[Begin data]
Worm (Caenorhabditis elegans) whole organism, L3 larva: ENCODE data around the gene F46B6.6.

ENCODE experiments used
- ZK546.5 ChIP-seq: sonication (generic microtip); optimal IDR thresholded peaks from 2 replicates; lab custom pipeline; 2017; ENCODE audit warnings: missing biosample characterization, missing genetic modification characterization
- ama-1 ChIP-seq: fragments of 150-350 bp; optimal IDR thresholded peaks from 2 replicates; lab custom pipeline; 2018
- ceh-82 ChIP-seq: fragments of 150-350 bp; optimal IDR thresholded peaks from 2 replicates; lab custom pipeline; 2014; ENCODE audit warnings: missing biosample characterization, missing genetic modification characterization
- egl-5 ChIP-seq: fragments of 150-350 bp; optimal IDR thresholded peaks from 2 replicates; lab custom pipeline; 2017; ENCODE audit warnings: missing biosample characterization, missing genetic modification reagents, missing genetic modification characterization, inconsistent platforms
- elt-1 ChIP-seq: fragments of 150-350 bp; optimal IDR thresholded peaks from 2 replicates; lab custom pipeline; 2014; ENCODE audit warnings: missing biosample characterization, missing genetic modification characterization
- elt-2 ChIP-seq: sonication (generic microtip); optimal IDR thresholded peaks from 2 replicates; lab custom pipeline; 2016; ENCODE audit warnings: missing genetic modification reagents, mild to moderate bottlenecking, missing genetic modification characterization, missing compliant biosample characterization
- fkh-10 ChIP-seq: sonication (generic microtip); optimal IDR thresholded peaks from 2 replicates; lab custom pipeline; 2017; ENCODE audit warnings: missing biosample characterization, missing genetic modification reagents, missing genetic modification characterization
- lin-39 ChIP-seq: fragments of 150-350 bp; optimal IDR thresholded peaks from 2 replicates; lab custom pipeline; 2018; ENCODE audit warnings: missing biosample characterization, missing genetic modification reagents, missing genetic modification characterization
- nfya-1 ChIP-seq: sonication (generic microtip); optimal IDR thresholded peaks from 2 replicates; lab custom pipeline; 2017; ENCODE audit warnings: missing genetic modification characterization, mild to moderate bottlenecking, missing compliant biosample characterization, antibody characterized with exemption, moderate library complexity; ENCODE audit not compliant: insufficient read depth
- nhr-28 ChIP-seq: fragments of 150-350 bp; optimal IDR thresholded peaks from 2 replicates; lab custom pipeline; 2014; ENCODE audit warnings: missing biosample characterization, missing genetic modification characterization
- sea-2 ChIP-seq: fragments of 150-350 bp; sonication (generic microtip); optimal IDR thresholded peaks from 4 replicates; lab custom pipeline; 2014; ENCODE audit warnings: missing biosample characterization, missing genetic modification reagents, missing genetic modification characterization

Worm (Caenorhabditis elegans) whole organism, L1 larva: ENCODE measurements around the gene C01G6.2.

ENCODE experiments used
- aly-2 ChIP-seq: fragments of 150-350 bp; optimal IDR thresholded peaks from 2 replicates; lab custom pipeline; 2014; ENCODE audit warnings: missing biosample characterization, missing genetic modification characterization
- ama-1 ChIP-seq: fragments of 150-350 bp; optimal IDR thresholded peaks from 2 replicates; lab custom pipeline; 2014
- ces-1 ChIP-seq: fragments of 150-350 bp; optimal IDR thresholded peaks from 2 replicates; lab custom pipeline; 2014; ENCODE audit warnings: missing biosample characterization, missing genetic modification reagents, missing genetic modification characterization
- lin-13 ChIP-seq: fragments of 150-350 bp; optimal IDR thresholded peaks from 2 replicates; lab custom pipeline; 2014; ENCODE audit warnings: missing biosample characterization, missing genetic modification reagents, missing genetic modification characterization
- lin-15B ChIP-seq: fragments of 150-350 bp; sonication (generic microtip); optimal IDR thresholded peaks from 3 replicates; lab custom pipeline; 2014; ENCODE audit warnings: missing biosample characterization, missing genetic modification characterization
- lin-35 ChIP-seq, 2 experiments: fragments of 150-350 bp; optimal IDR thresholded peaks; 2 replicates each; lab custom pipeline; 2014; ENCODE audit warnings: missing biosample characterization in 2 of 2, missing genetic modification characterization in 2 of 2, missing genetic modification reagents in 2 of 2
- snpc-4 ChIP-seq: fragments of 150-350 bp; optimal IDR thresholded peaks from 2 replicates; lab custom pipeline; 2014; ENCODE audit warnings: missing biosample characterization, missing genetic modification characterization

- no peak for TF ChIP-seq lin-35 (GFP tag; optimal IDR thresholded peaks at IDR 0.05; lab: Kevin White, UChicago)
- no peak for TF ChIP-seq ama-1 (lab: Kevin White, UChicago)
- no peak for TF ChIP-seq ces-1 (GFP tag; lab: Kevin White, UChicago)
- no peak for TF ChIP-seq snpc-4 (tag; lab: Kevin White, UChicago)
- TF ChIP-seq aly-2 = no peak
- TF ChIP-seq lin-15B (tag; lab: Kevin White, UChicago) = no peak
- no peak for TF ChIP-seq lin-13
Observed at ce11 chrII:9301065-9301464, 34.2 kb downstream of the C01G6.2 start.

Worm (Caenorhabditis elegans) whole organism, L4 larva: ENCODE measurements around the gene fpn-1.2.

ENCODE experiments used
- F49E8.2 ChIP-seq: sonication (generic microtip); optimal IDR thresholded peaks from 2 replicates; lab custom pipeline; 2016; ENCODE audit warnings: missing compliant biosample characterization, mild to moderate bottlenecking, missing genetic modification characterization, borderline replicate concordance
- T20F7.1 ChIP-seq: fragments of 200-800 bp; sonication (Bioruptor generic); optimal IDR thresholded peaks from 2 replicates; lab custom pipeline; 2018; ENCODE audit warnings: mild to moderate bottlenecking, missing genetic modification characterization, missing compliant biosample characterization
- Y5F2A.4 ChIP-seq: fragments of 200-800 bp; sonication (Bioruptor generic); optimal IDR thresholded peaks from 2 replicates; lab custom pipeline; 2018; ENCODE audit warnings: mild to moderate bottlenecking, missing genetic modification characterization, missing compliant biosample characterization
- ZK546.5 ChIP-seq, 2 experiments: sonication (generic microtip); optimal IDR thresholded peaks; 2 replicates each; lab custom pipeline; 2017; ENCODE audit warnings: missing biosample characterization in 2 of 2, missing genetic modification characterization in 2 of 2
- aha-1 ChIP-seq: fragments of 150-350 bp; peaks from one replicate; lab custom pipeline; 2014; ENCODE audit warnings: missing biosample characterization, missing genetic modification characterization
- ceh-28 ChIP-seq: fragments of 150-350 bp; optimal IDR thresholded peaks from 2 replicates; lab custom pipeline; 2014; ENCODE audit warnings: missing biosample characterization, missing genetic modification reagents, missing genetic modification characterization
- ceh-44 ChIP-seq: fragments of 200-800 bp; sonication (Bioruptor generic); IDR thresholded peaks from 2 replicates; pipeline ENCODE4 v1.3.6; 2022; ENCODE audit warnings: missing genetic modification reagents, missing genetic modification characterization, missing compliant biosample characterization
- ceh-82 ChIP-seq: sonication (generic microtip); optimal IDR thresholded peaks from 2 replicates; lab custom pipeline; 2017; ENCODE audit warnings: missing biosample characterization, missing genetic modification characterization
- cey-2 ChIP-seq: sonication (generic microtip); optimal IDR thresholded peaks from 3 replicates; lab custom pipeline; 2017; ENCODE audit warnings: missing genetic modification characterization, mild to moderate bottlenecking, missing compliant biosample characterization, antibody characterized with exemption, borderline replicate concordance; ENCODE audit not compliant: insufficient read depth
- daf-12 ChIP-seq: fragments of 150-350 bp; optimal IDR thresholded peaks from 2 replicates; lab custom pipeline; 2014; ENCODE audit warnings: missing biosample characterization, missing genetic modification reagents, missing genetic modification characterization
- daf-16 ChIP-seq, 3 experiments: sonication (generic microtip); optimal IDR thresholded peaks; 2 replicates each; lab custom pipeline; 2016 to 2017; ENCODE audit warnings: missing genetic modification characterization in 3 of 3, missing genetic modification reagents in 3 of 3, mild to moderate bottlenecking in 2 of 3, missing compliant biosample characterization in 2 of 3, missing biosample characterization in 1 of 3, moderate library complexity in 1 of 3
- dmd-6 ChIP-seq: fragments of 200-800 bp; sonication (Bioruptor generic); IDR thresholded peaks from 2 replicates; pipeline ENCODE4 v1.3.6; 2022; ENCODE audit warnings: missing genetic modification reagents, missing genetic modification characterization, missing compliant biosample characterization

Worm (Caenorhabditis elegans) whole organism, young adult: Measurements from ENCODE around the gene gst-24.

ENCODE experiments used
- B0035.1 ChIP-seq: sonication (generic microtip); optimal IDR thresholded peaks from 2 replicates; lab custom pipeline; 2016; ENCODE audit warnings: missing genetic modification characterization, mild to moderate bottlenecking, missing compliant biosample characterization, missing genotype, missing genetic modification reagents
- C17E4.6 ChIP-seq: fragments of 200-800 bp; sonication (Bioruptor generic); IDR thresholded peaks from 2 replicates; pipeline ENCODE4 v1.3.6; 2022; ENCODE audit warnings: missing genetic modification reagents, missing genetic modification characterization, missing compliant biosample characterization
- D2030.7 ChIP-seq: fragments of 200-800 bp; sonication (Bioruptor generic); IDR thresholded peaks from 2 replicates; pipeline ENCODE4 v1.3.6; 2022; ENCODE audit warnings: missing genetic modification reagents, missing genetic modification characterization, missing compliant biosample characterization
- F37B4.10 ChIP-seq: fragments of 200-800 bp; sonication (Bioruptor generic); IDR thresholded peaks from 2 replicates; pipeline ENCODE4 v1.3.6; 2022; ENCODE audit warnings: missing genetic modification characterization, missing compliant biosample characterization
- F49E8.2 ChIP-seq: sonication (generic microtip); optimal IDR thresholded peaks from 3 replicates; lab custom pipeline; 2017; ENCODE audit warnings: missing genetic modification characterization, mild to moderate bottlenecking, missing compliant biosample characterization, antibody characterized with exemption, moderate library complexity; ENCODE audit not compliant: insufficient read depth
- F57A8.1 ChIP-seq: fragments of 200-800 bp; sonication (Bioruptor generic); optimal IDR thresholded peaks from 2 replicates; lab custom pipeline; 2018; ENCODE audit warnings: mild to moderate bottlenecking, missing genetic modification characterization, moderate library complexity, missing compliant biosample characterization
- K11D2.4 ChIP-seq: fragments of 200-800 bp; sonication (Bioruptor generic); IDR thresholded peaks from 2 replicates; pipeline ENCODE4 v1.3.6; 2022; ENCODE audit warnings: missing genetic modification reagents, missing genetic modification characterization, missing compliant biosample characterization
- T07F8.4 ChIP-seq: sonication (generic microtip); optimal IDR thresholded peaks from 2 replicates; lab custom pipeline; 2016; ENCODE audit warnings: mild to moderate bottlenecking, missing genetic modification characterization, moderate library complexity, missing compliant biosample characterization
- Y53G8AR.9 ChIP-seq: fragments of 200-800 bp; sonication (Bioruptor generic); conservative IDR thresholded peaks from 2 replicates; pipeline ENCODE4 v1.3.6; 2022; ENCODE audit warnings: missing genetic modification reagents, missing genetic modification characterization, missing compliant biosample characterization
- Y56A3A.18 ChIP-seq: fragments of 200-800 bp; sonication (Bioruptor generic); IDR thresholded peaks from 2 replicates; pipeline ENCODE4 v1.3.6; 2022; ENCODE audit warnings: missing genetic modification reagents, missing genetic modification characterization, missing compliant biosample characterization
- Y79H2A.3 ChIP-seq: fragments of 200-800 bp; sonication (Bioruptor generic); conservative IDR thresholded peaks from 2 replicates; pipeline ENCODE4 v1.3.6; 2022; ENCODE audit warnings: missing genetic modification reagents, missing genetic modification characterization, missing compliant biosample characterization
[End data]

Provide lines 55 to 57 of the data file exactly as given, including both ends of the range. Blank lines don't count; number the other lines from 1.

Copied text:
- Y53G8AR.9 ChIP-seq: fragments of 200-800 bp; sonication (Bioruptor generic); conservative IDR thresholded peaks from 2 replicates; pipeline ENCODE4 v1.3.6; 2022; ENCODE audit warnings: missing genetic modification reagents, missing genetic modification characterization, missing compliant biosample characterization
- Y56A3A.18 ChIP-seq: fragments of 200-800 bp; sonication (Bioruptor generic); IDR thresholded peaks from 2 replicates; pipeline ENCODE4 v1.3.6; 2022; ENCODE audit warnings: missing genetic modification reagents, missing genetic modification characterization, missing compliant biosample characterization
- Y79H2A.3 ChIP-seq: fragments of 200-800 bp; sonication (Bioruptor generic); conservative IDR thresholded peaks from 2 replicates; pipeline ENCODE4 v1.3.6; 2022; ENCODE audit warnings: missing genetic modification reagents, missing genetic modification characterization, missing compliant biosample characterization